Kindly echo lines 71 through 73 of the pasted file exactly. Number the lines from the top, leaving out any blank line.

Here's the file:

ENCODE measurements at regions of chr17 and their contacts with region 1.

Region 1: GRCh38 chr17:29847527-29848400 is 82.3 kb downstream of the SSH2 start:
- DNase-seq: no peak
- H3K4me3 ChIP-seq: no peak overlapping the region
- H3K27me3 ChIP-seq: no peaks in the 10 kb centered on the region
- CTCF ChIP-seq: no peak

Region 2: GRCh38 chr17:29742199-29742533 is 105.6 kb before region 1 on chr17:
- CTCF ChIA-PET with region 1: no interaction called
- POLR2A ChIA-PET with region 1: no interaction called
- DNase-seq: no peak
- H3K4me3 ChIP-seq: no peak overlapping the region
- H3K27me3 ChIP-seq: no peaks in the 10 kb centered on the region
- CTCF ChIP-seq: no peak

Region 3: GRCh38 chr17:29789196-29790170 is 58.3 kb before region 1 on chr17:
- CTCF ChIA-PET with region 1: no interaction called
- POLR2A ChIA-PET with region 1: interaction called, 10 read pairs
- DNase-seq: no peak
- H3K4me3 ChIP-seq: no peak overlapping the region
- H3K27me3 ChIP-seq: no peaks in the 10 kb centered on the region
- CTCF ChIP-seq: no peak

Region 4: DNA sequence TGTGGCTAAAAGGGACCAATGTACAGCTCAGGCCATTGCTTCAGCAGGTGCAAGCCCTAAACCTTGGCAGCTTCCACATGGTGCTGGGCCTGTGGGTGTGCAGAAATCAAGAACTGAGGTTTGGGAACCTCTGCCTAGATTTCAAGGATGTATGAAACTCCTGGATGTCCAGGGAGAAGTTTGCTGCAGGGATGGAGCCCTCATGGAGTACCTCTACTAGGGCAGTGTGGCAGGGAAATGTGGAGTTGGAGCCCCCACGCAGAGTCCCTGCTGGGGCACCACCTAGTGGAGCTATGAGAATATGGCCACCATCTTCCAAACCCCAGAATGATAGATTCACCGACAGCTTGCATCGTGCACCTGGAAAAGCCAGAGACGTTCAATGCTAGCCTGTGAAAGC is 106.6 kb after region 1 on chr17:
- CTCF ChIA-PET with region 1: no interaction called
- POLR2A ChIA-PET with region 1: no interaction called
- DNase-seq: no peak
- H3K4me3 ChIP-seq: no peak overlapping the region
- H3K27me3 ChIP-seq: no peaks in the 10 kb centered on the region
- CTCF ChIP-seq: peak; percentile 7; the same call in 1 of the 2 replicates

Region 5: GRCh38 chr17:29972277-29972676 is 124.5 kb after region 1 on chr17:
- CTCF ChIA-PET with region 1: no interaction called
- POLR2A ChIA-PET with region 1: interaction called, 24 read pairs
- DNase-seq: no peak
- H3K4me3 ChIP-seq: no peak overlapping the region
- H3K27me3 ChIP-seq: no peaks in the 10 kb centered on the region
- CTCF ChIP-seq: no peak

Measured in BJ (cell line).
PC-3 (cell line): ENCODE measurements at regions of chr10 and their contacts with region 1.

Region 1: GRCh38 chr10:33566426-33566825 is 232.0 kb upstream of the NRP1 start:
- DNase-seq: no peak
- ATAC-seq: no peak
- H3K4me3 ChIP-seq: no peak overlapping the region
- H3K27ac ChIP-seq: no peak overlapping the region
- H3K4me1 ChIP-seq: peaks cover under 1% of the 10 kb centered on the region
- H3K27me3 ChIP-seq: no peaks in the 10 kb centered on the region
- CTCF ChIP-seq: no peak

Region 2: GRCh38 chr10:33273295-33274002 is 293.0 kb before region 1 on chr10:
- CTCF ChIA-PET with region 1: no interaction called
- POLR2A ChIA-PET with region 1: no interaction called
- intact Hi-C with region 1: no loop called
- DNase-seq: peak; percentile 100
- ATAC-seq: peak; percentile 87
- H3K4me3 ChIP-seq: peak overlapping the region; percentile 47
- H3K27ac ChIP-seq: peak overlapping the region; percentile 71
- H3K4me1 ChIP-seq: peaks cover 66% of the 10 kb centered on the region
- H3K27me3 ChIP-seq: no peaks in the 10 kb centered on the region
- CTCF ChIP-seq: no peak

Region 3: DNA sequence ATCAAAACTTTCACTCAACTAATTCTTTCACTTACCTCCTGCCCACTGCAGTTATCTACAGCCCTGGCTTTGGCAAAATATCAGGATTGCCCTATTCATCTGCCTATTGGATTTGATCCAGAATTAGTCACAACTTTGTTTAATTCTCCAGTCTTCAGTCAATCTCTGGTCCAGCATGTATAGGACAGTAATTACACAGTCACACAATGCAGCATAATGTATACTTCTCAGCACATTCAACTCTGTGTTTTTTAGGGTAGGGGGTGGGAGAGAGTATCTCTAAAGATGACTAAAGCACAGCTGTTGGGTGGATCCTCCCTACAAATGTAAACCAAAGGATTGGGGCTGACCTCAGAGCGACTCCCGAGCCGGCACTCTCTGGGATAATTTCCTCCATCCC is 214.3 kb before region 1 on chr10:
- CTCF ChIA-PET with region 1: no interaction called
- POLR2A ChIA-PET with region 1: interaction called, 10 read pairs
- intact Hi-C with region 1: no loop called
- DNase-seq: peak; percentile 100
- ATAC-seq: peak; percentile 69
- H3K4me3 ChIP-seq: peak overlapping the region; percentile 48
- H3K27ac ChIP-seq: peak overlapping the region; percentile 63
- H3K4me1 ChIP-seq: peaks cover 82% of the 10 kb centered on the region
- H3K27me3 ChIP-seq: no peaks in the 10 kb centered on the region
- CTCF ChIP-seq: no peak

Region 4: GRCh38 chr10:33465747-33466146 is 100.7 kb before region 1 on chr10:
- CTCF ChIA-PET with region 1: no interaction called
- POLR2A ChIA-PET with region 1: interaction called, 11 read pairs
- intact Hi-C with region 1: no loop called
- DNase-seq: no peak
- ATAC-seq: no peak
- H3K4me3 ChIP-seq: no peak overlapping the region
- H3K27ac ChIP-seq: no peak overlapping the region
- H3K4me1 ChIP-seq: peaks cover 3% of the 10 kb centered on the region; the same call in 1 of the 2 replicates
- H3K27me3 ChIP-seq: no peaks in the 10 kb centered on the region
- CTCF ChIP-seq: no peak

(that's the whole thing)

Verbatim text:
- DNase-seq: no peak
- ATAC-seq: no peak
- H3K4me3 ChIP-seq: no peak overlapping the region